into the communion and solidarity with have with God and God with us. And by our following in
Jesus’ way, by becoming wheat, by taking up our crosses, by offering up ourselves for the life of
others, I think we would come to find Jesus in our very midst. Listen as Christ speaks to you:

– These steps that you are now about to walk you do not take alone. I walk with you. Take heart
my other self. Though you are you, and I am I, yet we are truly one. And therefore, my way of the
cross two thousand years ago and your “way” now are also one.
– This cross, this chunk of tree, is what my Father chose for me. The crosses you must bear are
largely products of your daily life. And yet my Father chose them, too, for you. Receive them from
his hands. Take heart, my other self, I will not let your burdens grow one ounce too heavy for your
strength.
– The God who made the universe, and holds it in existence by his will alone, becomes a man too
weak to bear a piece of timber’s weight. How human in his weakness is the Son of God. My Father
willed it thus. I could not be your model otherwise. If you would be my other self, you also must
accept without complaint your human frailties.
– My strength is gone; I can no longer bear the cross alone. And so, the legionnaires make Simon
give me aid. This Simon is like you, my other self. Give me your strength. Each time you lift some
burden from another’s back, you lift as with your very hand the cross’s awful weight that crushes
me. I REPLY: Lord, make me realize that every time I wipe a dish, pick up an object off the floor,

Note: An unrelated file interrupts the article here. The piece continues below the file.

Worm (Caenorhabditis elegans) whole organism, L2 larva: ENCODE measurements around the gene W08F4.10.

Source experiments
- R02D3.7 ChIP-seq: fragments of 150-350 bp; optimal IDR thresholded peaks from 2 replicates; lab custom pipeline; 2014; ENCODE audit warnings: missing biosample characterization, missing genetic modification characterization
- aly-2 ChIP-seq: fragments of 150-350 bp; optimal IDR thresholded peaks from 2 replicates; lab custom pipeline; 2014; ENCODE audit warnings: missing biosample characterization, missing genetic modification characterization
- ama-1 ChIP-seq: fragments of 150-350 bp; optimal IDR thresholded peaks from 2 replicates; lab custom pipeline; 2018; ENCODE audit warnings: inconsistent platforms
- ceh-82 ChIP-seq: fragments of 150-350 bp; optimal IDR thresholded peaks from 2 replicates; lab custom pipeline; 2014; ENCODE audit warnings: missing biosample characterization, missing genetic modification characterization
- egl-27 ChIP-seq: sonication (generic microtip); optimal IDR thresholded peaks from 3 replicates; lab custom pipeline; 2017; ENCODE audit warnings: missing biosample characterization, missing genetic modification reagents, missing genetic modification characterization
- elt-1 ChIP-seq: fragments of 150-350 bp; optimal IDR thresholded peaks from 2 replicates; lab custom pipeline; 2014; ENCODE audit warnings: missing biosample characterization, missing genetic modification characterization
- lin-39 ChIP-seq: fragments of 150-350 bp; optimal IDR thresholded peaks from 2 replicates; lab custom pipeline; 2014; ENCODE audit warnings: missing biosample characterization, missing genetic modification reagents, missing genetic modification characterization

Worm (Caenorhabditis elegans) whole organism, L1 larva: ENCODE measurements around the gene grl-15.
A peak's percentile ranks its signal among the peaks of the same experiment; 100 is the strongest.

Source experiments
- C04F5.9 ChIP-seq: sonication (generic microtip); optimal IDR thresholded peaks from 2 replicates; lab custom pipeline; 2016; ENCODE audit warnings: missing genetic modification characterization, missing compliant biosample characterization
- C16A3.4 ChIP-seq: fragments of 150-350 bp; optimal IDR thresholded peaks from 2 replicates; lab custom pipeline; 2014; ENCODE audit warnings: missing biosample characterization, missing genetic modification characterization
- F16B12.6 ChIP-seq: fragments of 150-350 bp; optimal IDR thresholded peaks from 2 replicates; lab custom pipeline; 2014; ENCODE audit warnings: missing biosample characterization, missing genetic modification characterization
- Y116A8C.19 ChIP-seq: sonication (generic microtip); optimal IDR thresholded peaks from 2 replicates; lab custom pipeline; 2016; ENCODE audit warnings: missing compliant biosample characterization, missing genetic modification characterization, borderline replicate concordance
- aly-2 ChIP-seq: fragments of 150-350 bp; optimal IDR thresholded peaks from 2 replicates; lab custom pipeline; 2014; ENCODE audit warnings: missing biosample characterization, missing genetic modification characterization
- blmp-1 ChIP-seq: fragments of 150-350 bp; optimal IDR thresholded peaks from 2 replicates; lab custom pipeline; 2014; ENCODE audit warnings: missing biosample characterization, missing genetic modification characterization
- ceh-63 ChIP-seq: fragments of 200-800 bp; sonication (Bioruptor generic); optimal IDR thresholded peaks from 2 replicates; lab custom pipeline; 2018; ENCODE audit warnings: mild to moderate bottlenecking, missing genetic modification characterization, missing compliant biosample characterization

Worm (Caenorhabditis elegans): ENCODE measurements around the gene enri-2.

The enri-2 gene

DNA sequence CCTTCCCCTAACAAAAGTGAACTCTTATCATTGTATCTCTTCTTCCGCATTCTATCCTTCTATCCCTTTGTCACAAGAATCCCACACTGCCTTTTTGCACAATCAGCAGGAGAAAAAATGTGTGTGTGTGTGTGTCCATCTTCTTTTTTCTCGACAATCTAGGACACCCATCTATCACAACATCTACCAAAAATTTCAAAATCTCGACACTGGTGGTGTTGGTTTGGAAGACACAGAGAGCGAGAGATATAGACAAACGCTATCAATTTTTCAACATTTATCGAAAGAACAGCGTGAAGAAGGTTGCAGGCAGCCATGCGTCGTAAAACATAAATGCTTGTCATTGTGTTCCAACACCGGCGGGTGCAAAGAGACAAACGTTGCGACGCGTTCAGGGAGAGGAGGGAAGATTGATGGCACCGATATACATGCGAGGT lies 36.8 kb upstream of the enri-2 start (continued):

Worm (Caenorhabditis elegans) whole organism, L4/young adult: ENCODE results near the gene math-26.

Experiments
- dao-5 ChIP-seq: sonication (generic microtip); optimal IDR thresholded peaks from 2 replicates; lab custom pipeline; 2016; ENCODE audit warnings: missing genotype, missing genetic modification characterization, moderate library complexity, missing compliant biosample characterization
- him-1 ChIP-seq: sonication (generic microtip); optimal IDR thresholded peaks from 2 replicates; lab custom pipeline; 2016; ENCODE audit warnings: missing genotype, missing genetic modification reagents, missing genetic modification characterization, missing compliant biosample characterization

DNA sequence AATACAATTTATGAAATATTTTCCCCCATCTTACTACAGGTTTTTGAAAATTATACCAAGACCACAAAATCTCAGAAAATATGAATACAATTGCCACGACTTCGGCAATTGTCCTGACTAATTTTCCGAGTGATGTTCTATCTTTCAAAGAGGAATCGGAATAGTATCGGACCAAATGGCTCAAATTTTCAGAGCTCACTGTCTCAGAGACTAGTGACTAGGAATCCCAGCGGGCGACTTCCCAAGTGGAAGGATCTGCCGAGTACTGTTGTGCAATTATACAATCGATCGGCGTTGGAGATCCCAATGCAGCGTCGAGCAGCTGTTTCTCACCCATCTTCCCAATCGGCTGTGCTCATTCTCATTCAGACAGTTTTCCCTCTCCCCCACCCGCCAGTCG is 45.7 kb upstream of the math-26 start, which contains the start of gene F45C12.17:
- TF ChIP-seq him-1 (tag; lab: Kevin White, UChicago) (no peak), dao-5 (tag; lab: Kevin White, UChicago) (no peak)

assist a child in some small task, or give another preference in traffic or the store; each time I feed
the hungry, clothe the naked, teach the ignorant, or lend my hand in any way – it matters not to
whom – my name is Simon. And the kindness I extend to them I really give to you.
– CHRIST SPEAKS: Can you be brave enough, my other self, to wipe my bloody face? Where is my
face, you ask? At home whenever eyes fill up with tears, at work when tensions rise, on the
playgrounds, in the slums, the courts, the hospitals, the jails – wherever suffering exists – my face
is there. And there I look for you to wipe away my blood and tears.
– Behold, my other self, the poorest king who ever lived. Before my creatures I stand stripped. The
cross – my deathbed – even this is not my own. Yet who has ever been so rich? Possessing
nothing, I own all – my Father’s love. If you, too, would own everything, be not solicitous about
your food, your clothes, your life.
– So ends my mortal life. But now another life begins for Mary, and for Magdalen, For Peter, for
John, and you. My life’s work is done. My work within and through my church must now
commence. I look to you, my other self. Day in, day out, from this time forth, Be my apostle –
victim – saint.
– I told you at the start, my other self, my life was not complete until I crowned it by my death. Your
“way” is not complete unless you crown it by your life. Accept each moment as it comes to you,
with faith and trust that all that happens has my mark on it. A simple fiat, this is all it takes; A
breathing in your heart, “I will it, Lord.” So seek me not in far off places. I am close at hand. Your
workbench, office, kitchen, These are altars where you offer love. And I am with you there. Go
now! Take up your cross and with your life complete your way.